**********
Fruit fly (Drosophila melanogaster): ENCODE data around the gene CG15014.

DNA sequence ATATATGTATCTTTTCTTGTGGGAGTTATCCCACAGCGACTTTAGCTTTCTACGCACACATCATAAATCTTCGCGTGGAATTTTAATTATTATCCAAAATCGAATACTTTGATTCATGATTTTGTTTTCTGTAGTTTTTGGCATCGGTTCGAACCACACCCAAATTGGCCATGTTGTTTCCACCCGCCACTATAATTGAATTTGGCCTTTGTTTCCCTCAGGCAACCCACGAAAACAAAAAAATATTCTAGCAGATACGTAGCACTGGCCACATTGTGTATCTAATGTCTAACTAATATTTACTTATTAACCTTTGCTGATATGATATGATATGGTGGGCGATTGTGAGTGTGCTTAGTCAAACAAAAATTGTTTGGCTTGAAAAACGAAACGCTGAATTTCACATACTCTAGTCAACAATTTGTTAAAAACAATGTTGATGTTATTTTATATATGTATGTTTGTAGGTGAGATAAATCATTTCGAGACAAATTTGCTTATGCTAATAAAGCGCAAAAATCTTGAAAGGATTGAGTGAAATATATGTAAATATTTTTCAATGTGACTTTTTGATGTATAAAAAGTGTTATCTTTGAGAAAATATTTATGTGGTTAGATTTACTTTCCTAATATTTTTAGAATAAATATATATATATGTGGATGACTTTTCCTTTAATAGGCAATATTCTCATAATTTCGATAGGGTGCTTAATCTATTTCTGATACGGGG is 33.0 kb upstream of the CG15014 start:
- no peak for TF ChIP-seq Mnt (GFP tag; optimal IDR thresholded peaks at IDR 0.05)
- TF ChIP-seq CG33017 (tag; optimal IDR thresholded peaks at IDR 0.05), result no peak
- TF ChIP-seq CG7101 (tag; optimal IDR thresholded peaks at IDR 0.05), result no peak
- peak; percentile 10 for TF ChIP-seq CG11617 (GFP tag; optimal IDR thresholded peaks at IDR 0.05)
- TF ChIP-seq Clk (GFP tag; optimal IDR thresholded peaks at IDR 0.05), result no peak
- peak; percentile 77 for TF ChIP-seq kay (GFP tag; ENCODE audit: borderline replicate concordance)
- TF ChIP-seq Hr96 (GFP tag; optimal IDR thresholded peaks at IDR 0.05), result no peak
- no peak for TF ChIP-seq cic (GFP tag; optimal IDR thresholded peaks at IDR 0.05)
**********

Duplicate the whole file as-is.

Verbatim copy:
Fruit fly (Drosophila melanogaster): ENCODE data around the gene CG15014.

DNA sequence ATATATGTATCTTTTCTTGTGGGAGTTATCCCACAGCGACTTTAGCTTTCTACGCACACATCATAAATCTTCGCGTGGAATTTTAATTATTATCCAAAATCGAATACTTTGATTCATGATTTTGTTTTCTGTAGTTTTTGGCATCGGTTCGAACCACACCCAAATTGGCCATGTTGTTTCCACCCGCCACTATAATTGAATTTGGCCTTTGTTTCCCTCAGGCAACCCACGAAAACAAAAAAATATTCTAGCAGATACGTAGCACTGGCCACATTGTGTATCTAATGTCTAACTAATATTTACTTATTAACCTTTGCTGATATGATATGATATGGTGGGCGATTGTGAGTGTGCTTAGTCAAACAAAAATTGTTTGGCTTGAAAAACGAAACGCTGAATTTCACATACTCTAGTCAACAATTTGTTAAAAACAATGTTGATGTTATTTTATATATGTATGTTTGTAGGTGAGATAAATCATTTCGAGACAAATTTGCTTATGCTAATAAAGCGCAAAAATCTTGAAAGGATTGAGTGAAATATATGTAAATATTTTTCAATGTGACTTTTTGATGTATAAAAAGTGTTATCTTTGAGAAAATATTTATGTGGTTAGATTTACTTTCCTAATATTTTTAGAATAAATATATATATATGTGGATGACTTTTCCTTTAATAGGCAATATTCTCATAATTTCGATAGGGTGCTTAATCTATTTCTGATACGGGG is 33.0 kb upstream of the CG15014 start:
- no peak for TF ChIP-seq Mnt (GFP tag; optimal IDR thresholded peaks at IDR 0.05)
- TF ChIP-seq CG33017 (tag; optimal IDR thresholded peaks at IDR 0.05), result no peak
- TF ChIP-seq CG7101 (tag; optimal IDR thresholded peaks at IDR 0.05), result no peak
- peak; percentile 10 for TF ChIP-seq CG11617 (GFP tag; optimal IDR thresholded peaks at IDR 0.05)
- TF ChIP-seq Clk (GFP tag; optimal IDR thresholded peaks at IDR 0.05), result no peak
- peak; percentile 77 for TF ChIP-seq kay (GFP tag; ENCODE audit: borderline replicate concordance)
- TF ChIP-seq Hr96 (GFP tag; optimal IDR thresholded peaks at IDR 0.05), result no peak
- no peak for TF ChIP-seq cic (GFP tag; optimal IDR thresholded peaks at IDR 0.05)